Students also can volunteer to help at the PSA registration area at the conference. This is a great way to learn more about PSA and meet people. Signups for volunteers go up on the website each January/February–and slots fill up very quickly! Student volunteers are able to receive up to a $50 reimbursement for necessary travel-related costs (transportation, lodging, food) in order to serve as a volunteer, by submitting receipts after the conference. Watch for emails from PSA; volunteer slots are filled based on who responds to confirm that they will serve in the slot they are offered.
Information for Students Presenting in Undergraduate Roundtable or Poster Sessions
Roundtable Sessions Roundtable sessions are organized thematically. These sessions provide undergraduate students an opportunity to present completed research in a semiformal setting. A faculty or advanced graduate student discussant will preside over each session. Once a student paper has been accepted for presentation, you will be instructed to send a completed copy of your research to the discussant for review. Discussants will provide constructive feedback to students regarding issues associated with but not limited to the quality of the writing, literature review, the research methodology, and conclusions.
Typically, about seven roundtables run at the same time, in a large ballroom. Look for the table designated for your topical area. You and usually four or five other students in your roundtable will have approximately 15 minutes each to present your research. Once all presentations have been made you will have an opportunity to receive feedback, ask questions, and have general discussion.
No technology is provided for roundtables! You do want to come with a prepared presentation, so that you are organized and ready to share the important points of your paper. You should not simply read your paper. If you have data you need to show your tablemates, you may want to bring a few handouts or printed material with graphic representations. Do not bring a large poster.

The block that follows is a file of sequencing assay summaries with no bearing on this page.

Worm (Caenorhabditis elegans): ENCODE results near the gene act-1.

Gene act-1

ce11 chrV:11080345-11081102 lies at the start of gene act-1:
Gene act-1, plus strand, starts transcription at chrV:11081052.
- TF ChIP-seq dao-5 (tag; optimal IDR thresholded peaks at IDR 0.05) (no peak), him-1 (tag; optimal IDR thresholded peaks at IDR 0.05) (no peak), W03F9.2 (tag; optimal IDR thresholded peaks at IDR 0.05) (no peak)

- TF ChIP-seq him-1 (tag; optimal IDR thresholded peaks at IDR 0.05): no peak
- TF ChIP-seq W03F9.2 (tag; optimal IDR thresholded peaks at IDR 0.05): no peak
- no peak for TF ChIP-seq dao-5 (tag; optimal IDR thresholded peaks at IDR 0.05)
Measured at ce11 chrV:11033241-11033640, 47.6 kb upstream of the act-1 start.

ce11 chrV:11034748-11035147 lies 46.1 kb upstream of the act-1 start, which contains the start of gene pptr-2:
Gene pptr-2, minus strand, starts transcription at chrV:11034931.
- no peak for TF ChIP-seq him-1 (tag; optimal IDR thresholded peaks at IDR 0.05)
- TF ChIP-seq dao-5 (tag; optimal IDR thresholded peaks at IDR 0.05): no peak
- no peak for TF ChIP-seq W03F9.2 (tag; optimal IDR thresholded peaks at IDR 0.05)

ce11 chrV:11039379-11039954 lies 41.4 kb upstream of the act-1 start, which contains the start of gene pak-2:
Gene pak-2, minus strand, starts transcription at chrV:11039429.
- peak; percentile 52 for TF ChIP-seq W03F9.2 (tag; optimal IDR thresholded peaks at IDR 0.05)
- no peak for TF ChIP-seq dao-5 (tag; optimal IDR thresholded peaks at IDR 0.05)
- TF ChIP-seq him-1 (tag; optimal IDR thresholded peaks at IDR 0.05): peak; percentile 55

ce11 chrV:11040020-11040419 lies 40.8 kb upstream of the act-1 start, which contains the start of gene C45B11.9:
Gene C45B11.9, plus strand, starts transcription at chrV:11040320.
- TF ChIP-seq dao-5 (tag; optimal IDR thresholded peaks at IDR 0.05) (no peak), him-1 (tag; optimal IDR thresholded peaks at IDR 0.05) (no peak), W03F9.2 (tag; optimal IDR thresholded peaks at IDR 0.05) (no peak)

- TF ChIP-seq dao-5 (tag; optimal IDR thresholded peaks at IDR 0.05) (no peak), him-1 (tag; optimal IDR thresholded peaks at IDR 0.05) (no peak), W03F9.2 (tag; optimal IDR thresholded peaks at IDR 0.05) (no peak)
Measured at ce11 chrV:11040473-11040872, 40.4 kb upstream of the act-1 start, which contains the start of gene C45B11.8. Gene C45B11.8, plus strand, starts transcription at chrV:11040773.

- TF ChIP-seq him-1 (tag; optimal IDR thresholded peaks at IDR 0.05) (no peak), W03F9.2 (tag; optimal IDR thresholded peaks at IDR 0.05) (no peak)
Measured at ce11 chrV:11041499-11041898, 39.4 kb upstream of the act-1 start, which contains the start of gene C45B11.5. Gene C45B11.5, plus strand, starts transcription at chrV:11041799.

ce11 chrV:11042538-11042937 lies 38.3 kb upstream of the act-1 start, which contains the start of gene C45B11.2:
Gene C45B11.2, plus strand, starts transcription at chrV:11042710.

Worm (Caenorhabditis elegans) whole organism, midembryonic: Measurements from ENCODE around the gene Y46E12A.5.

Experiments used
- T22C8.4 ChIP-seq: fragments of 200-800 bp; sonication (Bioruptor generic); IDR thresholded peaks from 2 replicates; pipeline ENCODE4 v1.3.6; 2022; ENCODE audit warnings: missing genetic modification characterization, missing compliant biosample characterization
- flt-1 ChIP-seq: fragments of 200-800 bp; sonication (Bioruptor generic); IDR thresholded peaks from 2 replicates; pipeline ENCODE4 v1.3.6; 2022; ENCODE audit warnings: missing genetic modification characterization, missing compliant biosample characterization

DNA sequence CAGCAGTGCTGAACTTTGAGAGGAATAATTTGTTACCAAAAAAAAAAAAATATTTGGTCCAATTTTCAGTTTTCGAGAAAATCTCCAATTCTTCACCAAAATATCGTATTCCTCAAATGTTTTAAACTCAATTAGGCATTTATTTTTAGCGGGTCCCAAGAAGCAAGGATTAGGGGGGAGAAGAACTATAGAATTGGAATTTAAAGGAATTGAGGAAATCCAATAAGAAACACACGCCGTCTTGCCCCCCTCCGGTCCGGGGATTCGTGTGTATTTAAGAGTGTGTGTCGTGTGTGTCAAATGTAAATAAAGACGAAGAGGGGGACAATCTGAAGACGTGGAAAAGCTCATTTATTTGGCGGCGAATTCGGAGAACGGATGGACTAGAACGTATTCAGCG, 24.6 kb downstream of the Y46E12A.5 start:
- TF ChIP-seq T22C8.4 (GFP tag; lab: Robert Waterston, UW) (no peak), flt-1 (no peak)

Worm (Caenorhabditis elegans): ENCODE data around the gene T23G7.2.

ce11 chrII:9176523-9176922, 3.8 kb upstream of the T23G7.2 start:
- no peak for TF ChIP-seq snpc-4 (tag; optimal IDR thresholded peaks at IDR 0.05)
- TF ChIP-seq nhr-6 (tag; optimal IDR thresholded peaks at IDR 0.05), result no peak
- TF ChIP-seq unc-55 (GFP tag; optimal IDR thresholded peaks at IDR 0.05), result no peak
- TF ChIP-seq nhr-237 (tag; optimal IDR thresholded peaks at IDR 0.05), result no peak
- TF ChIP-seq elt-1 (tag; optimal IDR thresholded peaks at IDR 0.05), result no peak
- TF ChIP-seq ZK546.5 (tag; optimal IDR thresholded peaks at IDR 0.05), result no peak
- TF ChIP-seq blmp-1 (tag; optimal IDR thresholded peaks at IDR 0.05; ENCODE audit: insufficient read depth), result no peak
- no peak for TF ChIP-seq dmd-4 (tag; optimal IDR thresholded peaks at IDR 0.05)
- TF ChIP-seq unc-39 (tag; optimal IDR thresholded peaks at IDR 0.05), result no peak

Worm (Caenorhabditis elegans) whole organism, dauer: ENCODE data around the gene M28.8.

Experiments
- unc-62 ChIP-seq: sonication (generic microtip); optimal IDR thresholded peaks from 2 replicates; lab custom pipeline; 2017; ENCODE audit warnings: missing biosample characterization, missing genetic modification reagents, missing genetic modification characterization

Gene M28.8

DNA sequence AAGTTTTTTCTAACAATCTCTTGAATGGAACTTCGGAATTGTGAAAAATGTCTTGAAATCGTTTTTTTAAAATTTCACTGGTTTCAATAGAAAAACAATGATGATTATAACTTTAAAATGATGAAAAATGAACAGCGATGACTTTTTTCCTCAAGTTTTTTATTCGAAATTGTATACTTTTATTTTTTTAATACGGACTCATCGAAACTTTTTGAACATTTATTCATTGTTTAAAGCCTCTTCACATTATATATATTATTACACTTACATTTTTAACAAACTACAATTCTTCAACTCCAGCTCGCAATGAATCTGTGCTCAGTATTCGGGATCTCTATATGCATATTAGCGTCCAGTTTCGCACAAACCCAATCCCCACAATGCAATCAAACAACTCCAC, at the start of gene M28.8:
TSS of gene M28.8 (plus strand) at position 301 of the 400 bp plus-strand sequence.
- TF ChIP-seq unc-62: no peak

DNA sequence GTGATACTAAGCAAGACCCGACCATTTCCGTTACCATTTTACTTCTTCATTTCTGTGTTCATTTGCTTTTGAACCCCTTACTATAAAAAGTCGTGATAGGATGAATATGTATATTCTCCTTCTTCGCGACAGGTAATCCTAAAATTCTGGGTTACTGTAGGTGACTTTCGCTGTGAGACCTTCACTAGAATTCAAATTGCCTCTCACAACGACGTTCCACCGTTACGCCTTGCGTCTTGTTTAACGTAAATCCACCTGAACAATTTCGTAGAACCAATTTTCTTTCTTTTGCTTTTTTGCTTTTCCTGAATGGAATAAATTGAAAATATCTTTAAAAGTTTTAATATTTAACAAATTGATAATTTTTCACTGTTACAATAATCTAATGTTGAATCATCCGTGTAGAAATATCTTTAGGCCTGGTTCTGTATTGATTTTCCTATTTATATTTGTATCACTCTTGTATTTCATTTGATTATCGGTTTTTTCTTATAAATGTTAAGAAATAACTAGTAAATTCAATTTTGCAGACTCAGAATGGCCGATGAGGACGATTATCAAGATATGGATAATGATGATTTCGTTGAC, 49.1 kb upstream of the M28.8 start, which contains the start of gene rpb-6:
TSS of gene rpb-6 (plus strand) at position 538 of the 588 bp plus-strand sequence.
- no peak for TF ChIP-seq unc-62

Although people who want to hear the presentations of undergraduate students at the roundtables are welcome to come and stand around the table (or sit if there is space), the focus is for the student presenters to be in conversation with each other and their discussant, rather than presenting to any larger audience. Listeners are asked to just listen, unless they are invited to join in the discussion at the end of the session.
Poster Sessions Poster presentations are very informal. There is no discussant assigned to your poster session, and you will not get faculty feedback regarding your research. There are no required guidelines or formats to follow. Two examples: Poster templates. You can find many resources online to create your poster. You will have a maximum of 4 X 8 feet of space to present information about your research. Think about how you will bring your poster and keep it free of creases. When you arrive at the session location, you may choose where to hang your poster. PSA will provide boards and tacks for you to hang your paper. Then you need to stand by your poster, explaining your work and answering any questions to people who come by to see it. Poster sessions are held in high traffic areas to encourage attendees to come and talk with you. Most visitors to the poster session will want to roam through and look at various posters, so they will likely spend just a few minutes with you before moving on.